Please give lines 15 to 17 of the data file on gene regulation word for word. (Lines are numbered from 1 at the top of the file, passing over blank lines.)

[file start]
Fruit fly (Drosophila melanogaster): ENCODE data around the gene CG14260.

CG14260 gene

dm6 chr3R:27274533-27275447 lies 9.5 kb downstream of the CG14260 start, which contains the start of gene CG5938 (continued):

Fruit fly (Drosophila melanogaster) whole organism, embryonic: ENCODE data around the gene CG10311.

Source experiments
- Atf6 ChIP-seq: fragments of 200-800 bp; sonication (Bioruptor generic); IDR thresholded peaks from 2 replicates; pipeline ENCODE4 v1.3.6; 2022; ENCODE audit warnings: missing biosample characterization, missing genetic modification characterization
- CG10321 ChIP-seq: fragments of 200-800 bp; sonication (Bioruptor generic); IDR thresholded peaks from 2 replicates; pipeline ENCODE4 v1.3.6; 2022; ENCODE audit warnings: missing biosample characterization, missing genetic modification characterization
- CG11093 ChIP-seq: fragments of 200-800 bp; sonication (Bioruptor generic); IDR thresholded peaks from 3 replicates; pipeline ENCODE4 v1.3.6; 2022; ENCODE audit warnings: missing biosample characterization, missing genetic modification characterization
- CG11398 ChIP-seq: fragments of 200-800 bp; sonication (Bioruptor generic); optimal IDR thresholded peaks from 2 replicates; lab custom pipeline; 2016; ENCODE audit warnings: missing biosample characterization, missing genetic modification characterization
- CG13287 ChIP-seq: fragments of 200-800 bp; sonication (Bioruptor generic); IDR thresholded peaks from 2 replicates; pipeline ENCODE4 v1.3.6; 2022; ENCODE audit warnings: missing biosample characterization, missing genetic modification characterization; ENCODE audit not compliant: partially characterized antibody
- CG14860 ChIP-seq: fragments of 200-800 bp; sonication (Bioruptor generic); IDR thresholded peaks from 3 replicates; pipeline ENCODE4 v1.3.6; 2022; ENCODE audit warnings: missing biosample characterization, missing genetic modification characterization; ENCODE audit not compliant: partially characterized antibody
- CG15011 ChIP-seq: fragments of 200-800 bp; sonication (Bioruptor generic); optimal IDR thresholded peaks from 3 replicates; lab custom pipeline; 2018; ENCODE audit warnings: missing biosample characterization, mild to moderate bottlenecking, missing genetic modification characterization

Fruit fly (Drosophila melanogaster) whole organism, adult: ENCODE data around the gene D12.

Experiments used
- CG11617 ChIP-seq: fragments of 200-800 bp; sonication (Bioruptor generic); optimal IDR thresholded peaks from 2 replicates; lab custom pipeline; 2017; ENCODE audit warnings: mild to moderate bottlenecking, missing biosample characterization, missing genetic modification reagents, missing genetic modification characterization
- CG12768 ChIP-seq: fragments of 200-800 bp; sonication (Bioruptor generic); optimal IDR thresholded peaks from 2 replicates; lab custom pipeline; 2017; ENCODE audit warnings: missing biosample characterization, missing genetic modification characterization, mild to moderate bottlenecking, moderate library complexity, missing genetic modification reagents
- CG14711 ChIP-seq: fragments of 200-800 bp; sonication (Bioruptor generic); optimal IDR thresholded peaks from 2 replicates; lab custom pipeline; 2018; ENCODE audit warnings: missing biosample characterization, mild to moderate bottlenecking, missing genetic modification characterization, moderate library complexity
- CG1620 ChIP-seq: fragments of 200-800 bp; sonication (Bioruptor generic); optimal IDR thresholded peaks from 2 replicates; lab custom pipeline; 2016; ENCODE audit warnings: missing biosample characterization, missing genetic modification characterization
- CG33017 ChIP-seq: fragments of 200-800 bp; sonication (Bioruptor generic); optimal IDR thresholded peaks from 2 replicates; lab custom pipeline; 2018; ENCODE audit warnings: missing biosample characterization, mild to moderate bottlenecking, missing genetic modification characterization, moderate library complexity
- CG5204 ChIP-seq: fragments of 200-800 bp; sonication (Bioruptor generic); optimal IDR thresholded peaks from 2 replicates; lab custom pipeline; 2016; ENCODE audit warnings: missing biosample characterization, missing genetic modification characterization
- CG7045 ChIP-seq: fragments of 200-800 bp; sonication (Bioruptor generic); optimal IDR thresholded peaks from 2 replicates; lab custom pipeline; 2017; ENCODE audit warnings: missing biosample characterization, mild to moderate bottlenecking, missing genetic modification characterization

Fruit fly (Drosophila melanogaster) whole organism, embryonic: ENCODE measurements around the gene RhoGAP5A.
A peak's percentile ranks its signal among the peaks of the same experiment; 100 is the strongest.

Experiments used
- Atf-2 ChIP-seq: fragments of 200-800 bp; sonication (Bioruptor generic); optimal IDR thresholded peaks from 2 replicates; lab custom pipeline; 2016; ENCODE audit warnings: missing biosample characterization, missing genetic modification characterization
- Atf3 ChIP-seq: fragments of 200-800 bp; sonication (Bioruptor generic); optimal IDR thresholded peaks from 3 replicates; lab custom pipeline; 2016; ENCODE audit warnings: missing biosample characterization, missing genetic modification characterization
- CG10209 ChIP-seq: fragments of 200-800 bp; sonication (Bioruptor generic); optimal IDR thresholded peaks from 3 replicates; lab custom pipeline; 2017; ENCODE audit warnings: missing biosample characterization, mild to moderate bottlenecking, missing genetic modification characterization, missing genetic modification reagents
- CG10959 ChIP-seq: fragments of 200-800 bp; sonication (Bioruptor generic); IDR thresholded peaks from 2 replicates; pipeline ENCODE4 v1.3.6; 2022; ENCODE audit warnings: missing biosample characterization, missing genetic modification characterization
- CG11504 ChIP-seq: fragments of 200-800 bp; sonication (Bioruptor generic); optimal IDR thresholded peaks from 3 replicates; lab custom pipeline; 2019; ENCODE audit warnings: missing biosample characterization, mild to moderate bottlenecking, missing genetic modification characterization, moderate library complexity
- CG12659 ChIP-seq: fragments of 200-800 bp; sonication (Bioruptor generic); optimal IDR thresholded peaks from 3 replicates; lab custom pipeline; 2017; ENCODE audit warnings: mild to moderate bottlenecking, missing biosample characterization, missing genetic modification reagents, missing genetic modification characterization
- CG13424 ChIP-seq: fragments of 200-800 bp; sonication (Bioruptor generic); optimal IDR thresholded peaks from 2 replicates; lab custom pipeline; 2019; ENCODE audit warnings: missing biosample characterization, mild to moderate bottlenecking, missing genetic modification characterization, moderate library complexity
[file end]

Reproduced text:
- CG11617 ChIP-seq: fragments of 200-800 bp; sonication (Bioruptor generic); optimal IDR thresholded peaks from 2 replicates; lab custom pipeline; 2017; ENCODE audit warnings: mild to moderate bottlenecking, missing biosample characterization, missing genetic modification reagents, missing genetic modification characterization
- CG12768 ChIP-seq: fragments of 200-800 bp; sonication (Bioruptor generic); optimal IDR thresholded peaks from 2 replicates; lab custom pipeline; 2017; ENCODE audit warnings: missing biosample characterization, missing genetic modification characterization, mild to moderate bottlenecking, moderate library complexity, missing genetic modification reagents
- CG14711 ChIP-seq: fragments of 200-800 bp; sonication (Bioruptor generic); optimal IDR thresholded peaks from 2 replicates; lab custom pipeline; 2018; ENCODE audit warnings: missing biosample characterization, mild to moderate bottlenecking, missing genetic modification characterization, moderate library complexity